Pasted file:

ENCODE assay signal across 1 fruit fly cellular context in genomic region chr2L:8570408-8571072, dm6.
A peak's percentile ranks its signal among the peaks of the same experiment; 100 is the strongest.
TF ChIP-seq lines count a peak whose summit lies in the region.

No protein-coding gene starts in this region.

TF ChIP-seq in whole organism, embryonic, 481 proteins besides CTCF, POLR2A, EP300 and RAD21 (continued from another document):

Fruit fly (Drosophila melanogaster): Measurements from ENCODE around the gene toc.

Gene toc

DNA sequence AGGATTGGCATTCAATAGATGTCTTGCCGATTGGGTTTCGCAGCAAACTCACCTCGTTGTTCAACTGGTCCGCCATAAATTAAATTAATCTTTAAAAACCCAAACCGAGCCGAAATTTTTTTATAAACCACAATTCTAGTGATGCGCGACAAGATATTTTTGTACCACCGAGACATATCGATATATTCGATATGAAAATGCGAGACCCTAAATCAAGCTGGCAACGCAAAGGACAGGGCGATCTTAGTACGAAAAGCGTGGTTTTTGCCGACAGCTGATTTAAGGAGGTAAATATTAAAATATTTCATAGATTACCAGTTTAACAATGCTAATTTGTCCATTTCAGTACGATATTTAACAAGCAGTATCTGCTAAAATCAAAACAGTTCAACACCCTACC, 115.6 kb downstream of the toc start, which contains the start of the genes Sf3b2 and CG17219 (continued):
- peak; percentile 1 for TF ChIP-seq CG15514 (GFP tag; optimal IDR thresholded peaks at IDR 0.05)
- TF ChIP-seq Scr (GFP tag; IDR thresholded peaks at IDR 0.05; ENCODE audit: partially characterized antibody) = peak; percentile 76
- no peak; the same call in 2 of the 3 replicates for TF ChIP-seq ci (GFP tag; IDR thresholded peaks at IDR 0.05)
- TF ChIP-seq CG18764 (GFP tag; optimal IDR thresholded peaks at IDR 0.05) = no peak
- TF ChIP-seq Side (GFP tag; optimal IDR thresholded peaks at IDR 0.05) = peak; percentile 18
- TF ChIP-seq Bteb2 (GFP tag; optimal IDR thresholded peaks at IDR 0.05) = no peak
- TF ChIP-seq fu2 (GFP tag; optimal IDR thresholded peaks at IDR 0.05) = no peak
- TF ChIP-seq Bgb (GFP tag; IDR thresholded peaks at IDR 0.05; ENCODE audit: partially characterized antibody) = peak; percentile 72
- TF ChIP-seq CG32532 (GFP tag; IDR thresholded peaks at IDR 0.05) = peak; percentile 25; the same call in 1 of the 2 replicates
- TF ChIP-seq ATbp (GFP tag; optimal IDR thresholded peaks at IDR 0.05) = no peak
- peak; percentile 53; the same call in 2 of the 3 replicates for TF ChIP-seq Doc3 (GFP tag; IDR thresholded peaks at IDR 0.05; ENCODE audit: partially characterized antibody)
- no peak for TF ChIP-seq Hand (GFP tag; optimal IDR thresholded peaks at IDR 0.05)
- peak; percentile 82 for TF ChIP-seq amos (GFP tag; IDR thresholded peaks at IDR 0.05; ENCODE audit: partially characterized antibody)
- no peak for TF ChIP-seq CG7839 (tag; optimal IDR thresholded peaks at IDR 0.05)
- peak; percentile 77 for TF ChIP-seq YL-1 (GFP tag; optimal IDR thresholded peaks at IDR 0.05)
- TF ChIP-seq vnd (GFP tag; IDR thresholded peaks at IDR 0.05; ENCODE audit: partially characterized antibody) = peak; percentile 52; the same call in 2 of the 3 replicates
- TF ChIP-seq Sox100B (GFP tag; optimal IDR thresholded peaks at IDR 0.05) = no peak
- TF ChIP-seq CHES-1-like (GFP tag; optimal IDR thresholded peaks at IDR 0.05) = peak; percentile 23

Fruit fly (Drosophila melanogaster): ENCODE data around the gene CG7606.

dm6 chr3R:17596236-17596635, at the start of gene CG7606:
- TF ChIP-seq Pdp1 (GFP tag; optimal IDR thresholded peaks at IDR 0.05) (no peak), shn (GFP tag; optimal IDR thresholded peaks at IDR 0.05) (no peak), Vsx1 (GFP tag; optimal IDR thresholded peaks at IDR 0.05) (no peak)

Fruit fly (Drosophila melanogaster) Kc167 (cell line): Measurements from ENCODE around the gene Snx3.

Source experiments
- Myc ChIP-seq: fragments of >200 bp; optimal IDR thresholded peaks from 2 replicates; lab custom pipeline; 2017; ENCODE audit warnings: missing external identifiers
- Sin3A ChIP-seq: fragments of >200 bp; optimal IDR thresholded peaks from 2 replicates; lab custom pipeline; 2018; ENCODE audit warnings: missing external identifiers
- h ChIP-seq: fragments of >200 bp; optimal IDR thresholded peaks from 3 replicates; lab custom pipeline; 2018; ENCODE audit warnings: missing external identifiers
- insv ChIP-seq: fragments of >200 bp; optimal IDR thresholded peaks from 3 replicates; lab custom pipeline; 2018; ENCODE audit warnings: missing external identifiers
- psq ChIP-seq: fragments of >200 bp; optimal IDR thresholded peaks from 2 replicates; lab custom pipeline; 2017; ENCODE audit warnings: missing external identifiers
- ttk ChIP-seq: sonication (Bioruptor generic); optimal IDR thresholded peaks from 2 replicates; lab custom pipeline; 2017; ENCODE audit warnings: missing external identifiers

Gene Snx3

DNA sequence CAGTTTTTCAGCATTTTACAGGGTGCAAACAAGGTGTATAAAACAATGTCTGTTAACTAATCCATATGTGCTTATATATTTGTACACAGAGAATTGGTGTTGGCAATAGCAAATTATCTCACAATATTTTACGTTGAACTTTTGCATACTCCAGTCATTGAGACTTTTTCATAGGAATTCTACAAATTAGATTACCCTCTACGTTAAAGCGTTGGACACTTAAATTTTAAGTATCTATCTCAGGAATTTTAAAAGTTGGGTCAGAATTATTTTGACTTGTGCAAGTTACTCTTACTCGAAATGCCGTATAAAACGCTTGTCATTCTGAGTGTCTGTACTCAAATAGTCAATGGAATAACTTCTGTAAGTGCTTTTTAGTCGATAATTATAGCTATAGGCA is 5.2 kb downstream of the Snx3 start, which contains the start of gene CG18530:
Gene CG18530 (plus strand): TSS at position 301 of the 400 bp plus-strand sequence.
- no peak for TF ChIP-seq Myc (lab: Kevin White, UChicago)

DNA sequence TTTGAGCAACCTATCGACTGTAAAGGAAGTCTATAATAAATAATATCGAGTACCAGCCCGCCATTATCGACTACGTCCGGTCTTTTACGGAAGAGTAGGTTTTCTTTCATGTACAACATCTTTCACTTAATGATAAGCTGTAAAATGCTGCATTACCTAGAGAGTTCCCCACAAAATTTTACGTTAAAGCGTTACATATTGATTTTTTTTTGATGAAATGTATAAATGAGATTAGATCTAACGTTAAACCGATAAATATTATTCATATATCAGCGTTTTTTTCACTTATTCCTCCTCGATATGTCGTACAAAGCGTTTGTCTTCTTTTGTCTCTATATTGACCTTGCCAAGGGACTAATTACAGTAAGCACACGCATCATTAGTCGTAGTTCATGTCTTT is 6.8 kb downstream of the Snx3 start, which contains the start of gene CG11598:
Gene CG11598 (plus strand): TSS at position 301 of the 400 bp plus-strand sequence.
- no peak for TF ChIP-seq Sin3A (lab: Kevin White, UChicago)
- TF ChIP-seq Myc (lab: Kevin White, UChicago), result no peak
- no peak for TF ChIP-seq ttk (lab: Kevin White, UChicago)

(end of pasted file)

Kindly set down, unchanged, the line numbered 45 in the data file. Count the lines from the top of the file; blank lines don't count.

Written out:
- TF ChIP-seq Myc (lab: Kevin White, UChicago), result no peak